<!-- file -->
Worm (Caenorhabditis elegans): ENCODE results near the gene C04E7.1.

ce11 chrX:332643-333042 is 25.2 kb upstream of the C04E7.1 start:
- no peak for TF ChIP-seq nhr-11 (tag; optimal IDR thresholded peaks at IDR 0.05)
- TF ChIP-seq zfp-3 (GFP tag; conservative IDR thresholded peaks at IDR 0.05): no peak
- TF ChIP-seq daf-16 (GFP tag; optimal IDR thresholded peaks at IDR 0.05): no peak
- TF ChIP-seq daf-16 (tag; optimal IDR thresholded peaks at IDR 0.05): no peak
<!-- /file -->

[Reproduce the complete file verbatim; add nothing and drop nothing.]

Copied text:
Worm (Caenorhabditis elegans): ENCODE results near the gene C04E7.1.

ce11 chrX:332643-333042 is 25.2 kb upstream of the C04E7.1 start:
- no peak for TF ChIP-seq nhr-11 (tag; optimal IDR thresholded peaks at IDR 0.05)
- TF ChIP-seq zfp-3 (GFP tag; conservative IDR thresholded peaks at IDR 0.05): no peak
- TF ChIP-seq daf-16 (GFP tag; optimal IDR thresholded peaks at IDR 0.05): no peak
- TF ChIP-seq daf-16 (tag; optimal IDR thresholded peaks at IDR 0.05): no peak